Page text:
Clique Size and Centrality Metrics for Analysis of Real-World Network Graphs

Clique Size and Centrality Metrics for Analysis of Real-World Network Graphs

Natarajan Meghanathan (Jackson State University, USA)
DOI: 10.4018/978-1-5225-7598-6.ch087

Abstract

The authors present correlation analysis between the centrality values observed for nodes (a computationally lightweight metric) and the maximal clique size (a computationally hard metric) that each node is part of in complex real-world network graphs. They consider the four common centrality metrics: degree centrality (DegC), eigenvector centrality (EVC), closeness centrality (ClC), and betweenness centrality (BWC). They define the maximal clique size for a node as the size of the largest clique (in terms of the number of constituent nodes) the node is part of. The real-world network graphs studied range from regular random network graphs to scale-free network graphs. The authors observe that the correlation between the centrality value and the maximal clique size for a node increases with increase in the spectral radius ratio for node degree, which is a measure of the variation of the node degree in the network. They observe the degree-based centrality metrics (DegC and EVC) to be relatively better correlated with the maximal clique size compared to the shortest path-based centrality metrics (ClC and BWC).
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Introduction

Network Science is a fast-growing discipline in academics and industry. It is the science of analyzing and visualizing complex real-world networks using graph theoretic principles. Several metrics are used to analyze the characteristics of the real-world network graphs; among them “centrality” is a commonly used metric. The centrality of a node is a measure of the topological importance of the node with respect to the other nodes in the network (Newman, 2010). It is purely a link-statistics based measure and not based on any offline information (such as reputation of the node, cost of the node, etc). The commonly used centrality metrics are degree centrality, eigenvector centrality, closeness centrality and betweenness centrality. Degree centrality (DegC) of a node is simply the number of immediate neighbors for the node in the network. The eigenvector centrality (EVC) of a node is a measure of the degree of the node as well as the degree of its neighbor nodes. We refer to DegC and EVC as degree-based centrality metrics. Closeness centrality (ClC) of a node is the inverse of the sum of the shortest path distances of the node to every other node in the network. Betweenness centrality (BWC) of a node is the ratio of the number of shortest paths the node is part of for any source-destination node pair in the network, summed over all possible source-destination pairs that do not involve the particular node. We refer to ClC and BWC as shortest path-based centrality metrics. Computationally efficient polynomial-time algorithms have been proposed in the literature (Brandes, 2001; Strang, 2005; Cormen et. al., 2009; Newman, 2010) to determine exact values for each of the above centrality metrics; hence we categorize centrality as a computationally lightweight metric.

A “clique” is a complete sub graph of a graph (i.e., all the nodes that are part of the sub graph are directly connected to each other). Cliques are used as the basis to identify closely-knit communities in a network as part of studies on homophily and diffusion. Unfortunately, the problem of finding the maximum-sized clique in a graph is an NP-hard problem (Cormen et. al., 2009), prompting several exact algorithms and heuristics to be proposed in the literature (Pattabiraman et. al., 2013; Fortunato, 2010; Palla et. al., 2005; Sadi et. al., 2010; Tomita & Seki, 2003). In this chapter, we choose a recently proposed exact algorithm (Pattabiraman et. al., 2013) to determine the size of the maximum clique for large-scale complex network graphs and extend it to determine the size of the maximal clique that a particular node is part of. We define the maximal clique size for a node as the size of the largest clique (in terms of the number of constituent nodes) the node is part of. Note that the maximal clique for a node need not be the maximum clique for the entire network graph; but, the maximum clique for the entire graph could be the maximal clique for one or more nodes in the network.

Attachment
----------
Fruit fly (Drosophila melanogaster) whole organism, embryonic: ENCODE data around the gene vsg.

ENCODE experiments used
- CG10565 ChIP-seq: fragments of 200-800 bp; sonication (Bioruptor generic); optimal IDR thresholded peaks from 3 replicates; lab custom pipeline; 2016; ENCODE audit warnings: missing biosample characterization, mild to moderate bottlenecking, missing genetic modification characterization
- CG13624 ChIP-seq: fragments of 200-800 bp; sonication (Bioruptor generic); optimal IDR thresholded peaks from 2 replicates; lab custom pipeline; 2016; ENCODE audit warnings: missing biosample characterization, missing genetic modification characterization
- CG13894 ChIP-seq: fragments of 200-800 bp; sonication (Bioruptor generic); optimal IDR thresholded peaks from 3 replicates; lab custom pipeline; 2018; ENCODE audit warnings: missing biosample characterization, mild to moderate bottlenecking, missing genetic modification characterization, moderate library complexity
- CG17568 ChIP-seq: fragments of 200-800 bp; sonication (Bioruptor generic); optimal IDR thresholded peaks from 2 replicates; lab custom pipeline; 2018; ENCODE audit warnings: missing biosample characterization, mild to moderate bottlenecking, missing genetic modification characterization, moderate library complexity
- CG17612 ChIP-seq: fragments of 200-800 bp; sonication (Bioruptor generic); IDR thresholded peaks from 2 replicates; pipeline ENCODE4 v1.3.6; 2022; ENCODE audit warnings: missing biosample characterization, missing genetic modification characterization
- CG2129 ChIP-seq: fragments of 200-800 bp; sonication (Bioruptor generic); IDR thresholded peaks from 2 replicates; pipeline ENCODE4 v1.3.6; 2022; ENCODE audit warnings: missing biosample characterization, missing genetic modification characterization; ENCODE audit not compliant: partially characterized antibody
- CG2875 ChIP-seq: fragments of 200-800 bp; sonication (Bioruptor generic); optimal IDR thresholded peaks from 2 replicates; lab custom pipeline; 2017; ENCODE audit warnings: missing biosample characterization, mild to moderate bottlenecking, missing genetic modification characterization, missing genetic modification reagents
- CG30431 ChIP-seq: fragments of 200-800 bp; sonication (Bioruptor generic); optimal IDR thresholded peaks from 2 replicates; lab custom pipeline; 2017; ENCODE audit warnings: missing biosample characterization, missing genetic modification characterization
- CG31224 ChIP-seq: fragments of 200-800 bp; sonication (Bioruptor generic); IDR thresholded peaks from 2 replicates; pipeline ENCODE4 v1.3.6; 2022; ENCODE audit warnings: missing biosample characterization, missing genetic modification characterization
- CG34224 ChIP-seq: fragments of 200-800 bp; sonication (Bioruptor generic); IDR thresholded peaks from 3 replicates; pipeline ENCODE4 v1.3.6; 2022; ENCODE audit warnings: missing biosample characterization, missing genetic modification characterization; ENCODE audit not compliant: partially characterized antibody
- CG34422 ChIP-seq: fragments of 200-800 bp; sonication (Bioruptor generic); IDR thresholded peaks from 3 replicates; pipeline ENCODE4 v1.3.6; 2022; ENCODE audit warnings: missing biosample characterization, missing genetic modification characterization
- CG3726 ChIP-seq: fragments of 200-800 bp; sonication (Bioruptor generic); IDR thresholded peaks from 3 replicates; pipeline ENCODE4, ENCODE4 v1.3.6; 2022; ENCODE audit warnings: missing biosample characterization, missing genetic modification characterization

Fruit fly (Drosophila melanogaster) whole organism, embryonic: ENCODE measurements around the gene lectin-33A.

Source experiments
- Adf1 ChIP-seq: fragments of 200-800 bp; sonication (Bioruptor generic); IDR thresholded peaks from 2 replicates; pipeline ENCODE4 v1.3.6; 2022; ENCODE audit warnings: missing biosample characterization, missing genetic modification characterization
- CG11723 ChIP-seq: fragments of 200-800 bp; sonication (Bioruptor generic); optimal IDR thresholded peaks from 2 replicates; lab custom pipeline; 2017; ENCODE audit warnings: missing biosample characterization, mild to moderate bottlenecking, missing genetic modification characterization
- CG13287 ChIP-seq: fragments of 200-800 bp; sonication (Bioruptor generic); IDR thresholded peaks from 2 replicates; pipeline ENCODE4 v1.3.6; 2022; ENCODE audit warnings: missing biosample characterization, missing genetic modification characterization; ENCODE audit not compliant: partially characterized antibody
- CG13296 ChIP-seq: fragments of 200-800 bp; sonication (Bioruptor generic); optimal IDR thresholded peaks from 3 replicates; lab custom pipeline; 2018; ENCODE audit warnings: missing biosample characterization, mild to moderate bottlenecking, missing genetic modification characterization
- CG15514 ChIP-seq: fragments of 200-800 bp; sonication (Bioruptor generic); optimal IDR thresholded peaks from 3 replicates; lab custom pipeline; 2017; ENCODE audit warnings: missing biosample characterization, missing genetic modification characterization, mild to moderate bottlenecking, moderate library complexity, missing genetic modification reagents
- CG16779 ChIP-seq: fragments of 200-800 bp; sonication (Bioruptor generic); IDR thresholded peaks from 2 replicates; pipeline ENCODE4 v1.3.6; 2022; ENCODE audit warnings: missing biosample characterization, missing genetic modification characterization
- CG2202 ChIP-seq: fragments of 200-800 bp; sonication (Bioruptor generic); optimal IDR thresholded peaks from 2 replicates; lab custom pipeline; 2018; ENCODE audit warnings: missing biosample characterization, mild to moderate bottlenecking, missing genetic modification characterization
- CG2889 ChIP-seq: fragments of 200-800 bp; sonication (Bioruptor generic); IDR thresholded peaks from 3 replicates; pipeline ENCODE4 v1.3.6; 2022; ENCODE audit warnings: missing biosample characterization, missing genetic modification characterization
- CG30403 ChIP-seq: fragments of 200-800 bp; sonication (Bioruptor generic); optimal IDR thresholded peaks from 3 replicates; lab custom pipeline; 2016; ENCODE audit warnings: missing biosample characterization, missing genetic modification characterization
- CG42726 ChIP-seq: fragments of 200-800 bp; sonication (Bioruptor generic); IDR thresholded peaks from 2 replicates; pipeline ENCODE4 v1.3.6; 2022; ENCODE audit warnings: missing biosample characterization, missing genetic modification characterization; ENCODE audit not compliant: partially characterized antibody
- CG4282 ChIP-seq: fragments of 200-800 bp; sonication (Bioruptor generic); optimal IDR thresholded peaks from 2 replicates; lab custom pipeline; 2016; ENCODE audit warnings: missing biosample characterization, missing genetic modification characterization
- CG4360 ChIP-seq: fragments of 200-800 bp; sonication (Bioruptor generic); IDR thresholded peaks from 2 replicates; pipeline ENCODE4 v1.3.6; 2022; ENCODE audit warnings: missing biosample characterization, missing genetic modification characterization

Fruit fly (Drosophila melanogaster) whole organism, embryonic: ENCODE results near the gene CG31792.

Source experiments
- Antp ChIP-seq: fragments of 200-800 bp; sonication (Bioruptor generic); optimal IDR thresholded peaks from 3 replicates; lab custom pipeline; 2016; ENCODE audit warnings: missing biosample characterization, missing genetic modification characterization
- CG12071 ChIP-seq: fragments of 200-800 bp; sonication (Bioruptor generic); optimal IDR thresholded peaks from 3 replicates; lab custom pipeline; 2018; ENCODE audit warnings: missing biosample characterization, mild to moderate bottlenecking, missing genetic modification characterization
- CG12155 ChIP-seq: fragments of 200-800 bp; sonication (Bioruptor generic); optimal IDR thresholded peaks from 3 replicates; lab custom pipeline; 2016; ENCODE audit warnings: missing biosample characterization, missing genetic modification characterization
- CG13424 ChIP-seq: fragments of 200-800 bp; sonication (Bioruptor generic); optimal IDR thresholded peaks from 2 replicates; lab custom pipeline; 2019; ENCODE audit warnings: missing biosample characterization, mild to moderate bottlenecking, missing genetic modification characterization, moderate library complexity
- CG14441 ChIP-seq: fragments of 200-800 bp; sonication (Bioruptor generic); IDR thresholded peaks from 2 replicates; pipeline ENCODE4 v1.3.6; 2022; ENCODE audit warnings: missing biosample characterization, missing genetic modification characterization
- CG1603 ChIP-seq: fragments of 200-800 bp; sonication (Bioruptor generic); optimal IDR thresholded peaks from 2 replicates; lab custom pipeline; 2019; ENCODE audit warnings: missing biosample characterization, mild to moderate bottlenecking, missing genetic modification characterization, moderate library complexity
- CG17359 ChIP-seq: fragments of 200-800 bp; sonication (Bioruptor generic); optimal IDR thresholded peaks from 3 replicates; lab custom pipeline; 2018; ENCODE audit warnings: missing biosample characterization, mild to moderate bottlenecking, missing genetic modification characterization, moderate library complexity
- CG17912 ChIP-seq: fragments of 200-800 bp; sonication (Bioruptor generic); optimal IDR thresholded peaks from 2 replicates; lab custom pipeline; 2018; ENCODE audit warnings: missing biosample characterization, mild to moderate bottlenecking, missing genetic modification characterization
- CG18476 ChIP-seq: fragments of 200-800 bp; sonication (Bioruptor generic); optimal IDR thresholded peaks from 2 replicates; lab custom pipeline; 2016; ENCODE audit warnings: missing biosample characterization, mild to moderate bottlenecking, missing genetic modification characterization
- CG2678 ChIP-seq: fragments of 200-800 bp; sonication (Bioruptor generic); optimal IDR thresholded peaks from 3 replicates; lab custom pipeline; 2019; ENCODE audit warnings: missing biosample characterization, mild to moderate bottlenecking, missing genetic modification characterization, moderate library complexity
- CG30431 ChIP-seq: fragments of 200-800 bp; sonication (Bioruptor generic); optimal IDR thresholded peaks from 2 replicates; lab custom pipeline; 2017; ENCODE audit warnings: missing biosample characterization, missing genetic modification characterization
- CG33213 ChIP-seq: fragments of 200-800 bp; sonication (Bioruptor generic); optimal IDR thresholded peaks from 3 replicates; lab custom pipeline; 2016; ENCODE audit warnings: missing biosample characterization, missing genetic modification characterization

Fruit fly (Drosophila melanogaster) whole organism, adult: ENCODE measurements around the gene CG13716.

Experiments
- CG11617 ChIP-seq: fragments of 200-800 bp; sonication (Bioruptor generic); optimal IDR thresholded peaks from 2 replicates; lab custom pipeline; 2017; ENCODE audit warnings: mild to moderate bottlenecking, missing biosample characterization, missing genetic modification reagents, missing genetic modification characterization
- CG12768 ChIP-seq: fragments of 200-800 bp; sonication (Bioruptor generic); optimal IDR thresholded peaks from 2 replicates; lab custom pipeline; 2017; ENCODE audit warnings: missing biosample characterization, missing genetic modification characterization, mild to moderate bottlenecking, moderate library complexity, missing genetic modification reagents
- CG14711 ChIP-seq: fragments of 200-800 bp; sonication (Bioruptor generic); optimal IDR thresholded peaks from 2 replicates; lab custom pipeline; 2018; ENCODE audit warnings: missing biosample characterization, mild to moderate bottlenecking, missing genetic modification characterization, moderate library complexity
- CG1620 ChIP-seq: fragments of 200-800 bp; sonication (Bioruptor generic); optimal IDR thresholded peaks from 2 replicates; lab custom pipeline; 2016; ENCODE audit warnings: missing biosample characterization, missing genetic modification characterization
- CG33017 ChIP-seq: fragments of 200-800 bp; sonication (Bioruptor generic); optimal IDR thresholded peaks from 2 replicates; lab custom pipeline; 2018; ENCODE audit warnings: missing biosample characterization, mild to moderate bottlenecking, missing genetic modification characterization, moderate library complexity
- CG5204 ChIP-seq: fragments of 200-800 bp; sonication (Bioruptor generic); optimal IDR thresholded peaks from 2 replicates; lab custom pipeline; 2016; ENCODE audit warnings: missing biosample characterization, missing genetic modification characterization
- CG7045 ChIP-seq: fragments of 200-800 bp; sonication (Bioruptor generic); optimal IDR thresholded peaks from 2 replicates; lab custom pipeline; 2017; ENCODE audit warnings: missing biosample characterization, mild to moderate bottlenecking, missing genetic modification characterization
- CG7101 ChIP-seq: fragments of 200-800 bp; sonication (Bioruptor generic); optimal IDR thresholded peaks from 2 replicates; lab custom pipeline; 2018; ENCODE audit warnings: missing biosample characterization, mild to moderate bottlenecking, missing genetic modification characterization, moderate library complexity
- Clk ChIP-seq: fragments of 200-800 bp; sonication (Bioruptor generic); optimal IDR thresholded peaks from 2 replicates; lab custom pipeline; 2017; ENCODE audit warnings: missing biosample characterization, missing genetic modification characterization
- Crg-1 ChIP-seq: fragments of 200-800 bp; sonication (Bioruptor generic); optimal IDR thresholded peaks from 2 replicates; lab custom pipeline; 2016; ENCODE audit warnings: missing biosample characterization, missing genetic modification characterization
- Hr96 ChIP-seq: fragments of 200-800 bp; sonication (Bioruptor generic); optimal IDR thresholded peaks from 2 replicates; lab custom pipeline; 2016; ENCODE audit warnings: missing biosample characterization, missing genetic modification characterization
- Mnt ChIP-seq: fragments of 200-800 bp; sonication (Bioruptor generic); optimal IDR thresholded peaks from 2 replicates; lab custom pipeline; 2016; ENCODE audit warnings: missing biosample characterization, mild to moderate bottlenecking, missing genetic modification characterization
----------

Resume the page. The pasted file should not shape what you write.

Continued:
Since the maximal clique size problem is a computationally hard problem and exact algorithms run significantly slower on large network graphs, our goal in this chapter is to explore whether the maximal clique size correlates well to one of the commonly studied computationally lightweight metrics, viz., centrality of the vertices, for complex real-world network graphs: if we observe a high positive correlation between maximal clique size and one or more centrality metrics, we could then infer the ranking of the vertices based on the centrality values as the ranking of the vertices based on the maximal clique size in real-world network graphs. Ours will be the first chapter to conduct a correlation study between centrality and maximal clique size for real-world network graphs. To the best of our knowledge, we did not come across such a work that has done correlation study between these two metrics (and in general, a computationally hard metric vis-a-vis a computationally lightweight metric) for real-world network graphs. Throughout the chapter, we use the terms 'node' and 'vertex' as well as 'link' and 'edge' interchangeably. They mean the same.

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